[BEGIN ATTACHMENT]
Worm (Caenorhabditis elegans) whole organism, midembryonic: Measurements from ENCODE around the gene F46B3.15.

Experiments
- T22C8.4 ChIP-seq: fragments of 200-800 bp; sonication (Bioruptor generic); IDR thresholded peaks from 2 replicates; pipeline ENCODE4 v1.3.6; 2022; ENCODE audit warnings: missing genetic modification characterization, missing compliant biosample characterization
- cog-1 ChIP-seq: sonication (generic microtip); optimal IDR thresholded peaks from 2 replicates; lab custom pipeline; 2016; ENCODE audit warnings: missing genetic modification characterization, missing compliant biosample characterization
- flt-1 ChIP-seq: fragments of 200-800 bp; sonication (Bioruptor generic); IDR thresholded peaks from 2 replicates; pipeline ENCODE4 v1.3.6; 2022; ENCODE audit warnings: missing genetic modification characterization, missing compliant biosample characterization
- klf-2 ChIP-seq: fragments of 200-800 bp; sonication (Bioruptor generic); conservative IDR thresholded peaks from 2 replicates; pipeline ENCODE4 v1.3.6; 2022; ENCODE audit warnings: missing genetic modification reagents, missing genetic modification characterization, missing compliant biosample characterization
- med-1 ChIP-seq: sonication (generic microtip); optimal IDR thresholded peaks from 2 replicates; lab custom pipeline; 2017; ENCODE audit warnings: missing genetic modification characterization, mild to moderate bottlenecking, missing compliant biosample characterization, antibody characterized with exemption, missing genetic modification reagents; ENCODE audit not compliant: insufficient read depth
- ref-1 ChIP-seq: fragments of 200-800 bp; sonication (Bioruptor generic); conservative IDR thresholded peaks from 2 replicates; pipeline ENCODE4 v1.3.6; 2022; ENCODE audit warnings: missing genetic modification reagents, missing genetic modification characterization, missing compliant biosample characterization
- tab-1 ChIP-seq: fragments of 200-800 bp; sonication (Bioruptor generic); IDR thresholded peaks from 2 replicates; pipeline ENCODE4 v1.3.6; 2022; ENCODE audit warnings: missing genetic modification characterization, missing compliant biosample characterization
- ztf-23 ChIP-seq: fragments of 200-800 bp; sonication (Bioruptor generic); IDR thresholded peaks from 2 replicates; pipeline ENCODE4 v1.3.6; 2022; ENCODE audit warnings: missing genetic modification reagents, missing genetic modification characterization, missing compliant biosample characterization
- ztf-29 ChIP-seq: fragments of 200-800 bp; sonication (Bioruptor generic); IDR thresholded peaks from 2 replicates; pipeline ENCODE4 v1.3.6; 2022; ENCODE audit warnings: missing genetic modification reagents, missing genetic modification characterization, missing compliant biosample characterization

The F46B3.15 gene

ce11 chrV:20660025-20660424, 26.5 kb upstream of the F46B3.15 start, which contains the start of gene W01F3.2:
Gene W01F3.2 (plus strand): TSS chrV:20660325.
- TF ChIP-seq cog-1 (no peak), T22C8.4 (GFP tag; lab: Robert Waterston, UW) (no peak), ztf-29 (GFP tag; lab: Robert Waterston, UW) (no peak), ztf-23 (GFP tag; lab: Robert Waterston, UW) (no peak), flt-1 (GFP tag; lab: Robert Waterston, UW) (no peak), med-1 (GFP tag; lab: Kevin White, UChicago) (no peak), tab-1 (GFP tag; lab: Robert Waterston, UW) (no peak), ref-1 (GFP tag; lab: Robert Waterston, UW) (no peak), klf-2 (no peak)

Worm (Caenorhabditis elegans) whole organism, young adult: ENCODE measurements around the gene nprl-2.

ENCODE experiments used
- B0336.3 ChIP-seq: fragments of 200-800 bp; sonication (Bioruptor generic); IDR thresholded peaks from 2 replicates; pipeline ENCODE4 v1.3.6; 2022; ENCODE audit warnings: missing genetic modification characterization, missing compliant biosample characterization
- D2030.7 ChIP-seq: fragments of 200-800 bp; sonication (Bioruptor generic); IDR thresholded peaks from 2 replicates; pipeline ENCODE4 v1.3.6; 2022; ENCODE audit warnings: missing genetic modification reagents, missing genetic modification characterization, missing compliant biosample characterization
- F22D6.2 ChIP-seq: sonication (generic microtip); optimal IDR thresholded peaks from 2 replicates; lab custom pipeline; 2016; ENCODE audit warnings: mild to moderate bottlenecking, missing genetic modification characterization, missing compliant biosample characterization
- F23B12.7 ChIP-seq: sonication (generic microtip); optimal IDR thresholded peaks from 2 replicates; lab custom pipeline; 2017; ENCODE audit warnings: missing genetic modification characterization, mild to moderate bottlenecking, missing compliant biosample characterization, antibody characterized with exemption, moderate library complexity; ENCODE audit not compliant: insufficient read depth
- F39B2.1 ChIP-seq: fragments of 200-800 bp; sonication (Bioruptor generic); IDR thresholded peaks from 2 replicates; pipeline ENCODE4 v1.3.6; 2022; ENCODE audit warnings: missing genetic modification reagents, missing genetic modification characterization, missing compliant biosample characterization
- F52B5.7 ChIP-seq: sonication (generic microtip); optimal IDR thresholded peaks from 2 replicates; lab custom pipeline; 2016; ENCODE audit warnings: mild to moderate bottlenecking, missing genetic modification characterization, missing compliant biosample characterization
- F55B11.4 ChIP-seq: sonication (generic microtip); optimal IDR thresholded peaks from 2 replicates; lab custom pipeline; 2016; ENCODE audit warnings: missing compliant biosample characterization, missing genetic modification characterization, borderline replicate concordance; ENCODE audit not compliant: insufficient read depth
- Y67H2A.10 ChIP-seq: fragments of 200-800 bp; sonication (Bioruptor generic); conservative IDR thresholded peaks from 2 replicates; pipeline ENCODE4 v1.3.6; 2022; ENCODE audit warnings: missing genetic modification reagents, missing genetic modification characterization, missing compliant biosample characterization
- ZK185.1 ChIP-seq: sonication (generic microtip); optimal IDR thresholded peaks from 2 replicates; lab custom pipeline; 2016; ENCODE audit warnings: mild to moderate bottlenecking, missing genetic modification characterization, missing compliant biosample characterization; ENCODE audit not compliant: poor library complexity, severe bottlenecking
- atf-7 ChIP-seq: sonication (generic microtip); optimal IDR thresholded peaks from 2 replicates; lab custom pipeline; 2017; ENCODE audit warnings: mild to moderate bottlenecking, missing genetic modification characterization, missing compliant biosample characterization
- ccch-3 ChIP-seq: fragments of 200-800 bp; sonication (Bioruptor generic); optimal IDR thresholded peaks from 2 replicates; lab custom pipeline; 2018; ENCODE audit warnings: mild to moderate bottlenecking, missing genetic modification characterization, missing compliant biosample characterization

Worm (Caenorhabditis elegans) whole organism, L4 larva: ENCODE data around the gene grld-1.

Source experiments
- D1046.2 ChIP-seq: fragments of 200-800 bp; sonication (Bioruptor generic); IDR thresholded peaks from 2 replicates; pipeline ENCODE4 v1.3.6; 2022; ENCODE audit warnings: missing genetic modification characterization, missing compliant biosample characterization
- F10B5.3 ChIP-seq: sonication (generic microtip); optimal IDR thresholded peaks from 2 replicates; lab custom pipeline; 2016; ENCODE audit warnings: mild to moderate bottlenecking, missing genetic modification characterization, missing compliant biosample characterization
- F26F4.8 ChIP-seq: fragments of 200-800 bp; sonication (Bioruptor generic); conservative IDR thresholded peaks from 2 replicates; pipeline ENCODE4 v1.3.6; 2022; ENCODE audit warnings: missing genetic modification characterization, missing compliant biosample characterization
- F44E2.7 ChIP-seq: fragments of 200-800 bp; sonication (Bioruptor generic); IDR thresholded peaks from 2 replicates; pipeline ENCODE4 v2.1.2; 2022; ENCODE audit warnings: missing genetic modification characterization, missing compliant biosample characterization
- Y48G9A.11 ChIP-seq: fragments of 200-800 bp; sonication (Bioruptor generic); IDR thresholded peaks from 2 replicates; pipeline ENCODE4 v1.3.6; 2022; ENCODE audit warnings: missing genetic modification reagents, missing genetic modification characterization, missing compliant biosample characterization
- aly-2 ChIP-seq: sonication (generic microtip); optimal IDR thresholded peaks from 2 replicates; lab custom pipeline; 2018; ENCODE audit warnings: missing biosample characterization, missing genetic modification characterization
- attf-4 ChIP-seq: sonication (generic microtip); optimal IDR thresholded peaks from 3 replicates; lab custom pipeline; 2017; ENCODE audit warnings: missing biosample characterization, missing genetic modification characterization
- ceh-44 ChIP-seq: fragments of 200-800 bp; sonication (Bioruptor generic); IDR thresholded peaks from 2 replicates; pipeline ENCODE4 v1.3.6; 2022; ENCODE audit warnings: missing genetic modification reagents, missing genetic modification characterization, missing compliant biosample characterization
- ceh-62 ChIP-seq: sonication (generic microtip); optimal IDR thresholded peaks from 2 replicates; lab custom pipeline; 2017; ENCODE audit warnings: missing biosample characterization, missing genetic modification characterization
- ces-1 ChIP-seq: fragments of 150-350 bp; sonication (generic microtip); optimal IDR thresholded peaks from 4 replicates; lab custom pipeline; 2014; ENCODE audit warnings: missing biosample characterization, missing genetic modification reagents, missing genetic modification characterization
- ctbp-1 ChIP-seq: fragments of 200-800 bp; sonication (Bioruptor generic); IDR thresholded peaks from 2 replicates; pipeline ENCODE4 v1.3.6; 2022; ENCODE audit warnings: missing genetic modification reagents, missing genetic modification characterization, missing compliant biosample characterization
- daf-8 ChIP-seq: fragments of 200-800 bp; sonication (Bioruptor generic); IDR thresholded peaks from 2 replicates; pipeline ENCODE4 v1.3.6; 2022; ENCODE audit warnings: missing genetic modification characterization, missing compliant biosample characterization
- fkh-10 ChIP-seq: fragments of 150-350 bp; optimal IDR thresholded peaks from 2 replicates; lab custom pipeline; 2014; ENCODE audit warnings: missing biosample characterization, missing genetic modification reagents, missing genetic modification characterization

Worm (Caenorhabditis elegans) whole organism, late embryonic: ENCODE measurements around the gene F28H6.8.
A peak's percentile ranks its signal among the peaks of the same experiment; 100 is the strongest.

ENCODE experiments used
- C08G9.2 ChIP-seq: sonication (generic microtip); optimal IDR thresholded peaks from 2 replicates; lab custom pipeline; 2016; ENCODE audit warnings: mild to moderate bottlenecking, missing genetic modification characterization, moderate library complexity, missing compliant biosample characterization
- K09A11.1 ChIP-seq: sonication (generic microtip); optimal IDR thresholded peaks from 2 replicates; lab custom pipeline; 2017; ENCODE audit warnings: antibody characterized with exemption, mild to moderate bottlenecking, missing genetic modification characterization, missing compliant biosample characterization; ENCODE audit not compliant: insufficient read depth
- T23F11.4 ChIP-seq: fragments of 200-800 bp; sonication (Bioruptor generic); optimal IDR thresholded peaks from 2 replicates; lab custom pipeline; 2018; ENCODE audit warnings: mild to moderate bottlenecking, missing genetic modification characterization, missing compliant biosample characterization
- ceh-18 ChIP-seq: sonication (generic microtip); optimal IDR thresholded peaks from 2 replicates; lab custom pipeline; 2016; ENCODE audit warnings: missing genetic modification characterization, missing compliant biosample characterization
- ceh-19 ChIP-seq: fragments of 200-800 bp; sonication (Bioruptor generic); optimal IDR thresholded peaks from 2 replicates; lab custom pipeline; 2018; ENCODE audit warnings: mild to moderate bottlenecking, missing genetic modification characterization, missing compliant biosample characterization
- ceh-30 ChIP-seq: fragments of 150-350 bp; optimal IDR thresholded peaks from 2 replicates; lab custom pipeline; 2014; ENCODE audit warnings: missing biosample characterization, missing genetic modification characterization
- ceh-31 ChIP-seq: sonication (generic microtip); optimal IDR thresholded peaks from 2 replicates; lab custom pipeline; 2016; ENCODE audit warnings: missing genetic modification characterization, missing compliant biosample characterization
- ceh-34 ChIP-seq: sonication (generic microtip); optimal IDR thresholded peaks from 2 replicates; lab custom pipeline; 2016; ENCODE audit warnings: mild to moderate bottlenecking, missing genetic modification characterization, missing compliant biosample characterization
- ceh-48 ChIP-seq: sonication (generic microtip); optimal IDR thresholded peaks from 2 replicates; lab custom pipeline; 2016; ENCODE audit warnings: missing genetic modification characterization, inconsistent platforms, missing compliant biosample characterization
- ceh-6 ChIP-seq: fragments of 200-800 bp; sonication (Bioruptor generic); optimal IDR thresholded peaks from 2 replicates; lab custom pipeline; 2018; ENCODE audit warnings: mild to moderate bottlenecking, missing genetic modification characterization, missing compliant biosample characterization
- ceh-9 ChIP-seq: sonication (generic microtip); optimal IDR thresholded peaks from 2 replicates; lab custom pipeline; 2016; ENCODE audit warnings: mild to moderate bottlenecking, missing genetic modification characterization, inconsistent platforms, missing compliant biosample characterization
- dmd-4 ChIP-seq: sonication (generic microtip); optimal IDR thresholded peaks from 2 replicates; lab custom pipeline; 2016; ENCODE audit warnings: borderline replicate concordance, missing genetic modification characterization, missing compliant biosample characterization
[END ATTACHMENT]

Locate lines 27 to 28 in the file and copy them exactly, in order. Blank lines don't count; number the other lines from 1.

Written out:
- atf-7 ChIP-seq: sonication (generic microtip); optimal IDR thresholded peaks from 2 replicates; lab custom pipeline; 2017; ENCODE audit warnings: mild to moderate bottlenecking, missing genetic modification characterization, missing compliant biosample characterization
- ccch-3 ChIP-seq: fragments of 200-800 bp; sonication (Bioruptor generic); optimal IDR thresholded peaks from 2 replicates; lab custom pipeline; 2018; ENCODE audit warnings: mild to moderate bottlenecking, missing genetic modification characterization, missing compliant biosample characterization